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Early Fall Habitat Conditions in Canada

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Sakatchewan

Wetland habitat conditions remain good to excellent across the entire province, and wetland water levels have only begun to go down in the last few weeks. Most permanent and semi-permanent wetlands remain full, while seasonal and temporary wetlands are beginning to dry. The Missouri Coteau and southeast Saskatchewan remain very wet, with the Coteau experiencing some of its best wetland conditions in recent memory. Many of the seasonal and temporary wetlands in the Coteau still have water and most of the larger wetlands are at full capacity. Wetlands in the Touchwood Hills, Thickwood Hills and Allan Hills are also excellent. In addition, it is very wet in the northern portion of the agricultural zone of the province, where DUC staff are still operating projects in the Meadow Lake area, which is unusual for this time of year.

The wet conditions that were present this spring and summer have led to good to excellent waterfowl production across the province. Production extended into late summer because of the excellent wetland conditions, and some late broods are still being observed. Migration appears to be well underway, with Arctic geese and sandhill cranes common across northern and central parts of the province. Ducks are beginning to form large flocks, and are feeding in harvested fields. Hunters are reporting good success in most areas of the province. Given the excellent wetland conditions in spring and summer, the fall southward flight should be excellent.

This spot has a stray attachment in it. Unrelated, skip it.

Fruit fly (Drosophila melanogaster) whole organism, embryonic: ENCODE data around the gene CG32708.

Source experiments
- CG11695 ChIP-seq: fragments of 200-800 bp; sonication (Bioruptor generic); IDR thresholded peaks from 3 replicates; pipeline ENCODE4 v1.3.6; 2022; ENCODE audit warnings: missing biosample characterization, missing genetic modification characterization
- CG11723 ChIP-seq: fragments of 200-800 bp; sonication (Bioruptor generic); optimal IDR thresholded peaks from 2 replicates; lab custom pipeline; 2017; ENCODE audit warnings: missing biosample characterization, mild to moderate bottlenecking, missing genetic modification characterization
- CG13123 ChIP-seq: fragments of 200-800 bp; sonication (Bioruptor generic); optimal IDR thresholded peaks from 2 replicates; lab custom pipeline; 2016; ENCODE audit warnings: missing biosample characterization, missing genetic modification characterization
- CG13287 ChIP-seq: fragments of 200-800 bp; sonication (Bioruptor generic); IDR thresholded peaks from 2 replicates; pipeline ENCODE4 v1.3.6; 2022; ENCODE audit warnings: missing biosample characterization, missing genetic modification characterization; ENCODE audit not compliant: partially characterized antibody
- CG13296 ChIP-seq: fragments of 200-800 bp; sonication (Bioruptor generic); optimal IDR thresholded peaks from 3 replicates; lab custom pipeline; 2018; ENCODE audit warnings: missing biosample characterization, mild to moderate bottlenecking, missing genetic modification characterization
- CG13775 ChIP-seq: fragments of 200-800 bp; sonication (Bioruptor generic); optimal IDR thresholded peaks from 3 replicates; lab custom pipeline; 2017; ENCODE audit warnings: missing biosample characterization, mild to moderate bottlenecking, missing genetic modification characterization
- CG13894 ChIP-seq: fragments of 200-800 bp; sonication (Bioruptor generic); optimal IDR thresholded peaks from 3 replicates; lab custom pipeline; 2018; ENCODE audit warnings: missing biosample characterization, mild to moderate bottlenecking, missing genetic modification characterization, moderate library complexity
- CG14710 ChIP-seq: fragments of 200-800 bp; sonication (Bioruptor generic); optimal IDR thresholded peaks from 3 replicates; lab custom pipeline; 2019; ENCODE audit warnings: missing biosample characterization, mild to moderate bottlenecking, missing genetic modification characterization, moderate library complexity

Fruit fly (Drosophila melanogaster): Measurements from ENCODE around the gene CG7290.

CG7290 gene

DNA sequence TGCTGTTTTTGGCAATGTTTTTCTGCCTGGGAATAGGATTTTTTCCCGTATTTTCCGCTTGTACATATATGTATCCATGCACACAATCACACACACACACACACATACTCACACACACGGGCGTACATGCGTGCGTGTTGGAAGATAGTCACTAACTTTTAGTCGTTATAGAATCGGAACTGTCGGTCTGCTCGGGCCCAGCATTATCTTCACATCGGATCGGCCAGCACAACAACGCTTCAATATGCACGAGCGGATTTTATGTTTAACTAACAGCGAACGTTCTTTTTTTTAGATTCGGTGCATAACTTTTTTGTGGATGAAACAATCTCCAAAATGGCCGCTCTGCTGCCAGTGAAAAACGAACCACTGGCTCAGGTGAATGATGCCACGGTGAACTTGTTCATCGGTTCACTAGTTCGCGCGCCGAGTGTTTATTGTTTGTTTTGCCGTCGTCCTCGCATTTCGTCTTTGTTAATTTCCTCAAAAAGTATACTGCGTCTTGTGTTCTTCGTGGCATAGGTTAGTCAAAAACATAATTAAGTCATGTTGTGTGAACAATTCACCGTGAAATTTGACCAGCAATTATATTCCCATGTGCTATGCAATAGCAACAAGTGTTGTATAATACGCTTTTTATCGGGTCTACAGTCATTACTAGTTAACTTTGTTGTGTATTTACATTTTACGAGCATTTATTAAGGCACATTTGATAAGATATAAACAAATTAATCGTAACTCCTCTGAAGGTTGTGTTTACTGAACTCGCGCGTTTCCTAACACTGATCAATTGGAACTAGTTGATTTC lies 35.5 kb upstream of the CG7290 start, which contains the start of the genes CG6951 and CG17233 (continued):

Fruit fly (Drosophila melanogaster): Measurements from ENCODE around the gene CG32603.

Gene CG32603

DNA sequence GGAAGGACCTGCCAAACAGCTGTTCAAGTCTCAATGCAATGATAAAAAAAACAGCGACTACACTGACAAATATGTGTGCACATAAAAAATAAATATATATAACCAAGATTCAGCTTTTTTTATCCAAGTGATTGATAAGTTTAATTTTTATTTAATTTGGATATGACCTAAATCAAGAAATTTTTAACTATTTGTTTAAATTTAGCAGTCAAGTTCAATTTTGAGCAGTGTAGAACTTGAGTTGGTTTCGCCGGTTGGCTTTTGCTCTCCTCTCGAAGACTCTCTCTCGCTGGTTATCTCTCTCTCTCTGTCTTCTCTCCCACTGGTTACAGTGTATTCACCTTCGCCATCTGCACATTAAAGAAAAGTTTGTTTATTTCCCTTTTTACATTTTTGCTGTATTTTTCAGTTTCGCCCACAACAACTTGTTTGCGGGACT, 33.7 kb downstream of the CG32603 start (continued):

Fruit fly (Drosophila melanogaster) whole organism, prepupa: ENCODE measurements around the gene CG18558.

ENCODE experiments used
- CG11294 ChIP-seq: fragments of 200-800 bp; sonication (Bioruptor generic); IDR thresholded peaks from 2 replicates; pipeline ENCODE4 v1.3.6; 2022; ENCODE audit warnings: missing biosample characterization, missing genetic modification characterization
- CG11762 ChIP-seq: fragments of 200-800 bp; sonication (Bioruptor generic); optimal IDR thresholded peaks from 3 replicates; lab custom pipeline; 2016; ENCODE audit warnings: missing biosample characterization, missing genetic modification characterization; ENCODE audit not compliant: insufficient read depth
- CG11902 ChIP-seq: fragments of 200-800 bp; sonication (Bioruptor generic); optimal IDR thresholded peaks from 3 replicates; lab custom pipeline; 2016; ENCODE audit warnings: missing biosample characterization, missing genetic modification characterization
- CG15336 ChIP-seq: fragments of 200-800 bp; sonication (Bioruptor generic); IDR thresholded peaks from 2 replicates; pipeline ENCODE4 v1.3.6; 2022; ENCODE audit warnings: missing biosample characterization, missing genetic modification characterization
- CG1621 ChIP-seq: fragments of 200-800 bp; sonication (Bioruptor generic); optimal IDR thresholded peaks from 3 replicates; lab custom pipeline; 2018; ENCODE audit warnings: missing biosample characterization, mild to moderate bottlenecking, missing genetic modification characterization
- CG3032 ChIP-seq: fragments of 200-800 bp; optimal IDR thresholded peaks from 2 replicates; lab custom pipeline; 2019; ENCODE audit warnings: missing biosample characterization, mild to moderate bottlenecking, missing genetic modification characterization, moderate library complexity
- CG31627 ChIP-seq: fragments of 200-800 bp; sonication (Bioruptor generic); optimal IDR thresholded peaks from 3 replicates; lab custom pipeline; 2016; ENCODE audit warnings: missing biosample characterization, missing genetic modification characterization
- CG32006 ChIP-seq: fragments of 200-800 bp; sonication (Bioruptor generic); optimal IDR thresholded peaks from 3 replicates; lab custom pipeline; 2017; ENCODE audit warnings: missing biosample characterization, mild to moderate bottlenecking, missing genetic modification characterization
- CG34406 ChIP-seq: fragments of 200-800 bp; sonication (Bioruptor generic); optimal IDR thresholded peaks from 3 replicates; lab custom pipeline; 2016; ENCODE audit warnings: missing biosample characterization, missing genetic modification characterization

Since the beginning of September, temperatures have been above normal and there has been very little rain. Due to the warm temperatures, harvest is going extremely well and provincial reports suggest that 60 per cent of the crops have been harvested to date. Harvest is ahead of schedule compared to the long-term average for this time of year. In general, crop yields have been average to above average, depending on the area of the province. Most areas experienced freezing temperatures on September 13, which may have had some impact on those who planted winter wheat.

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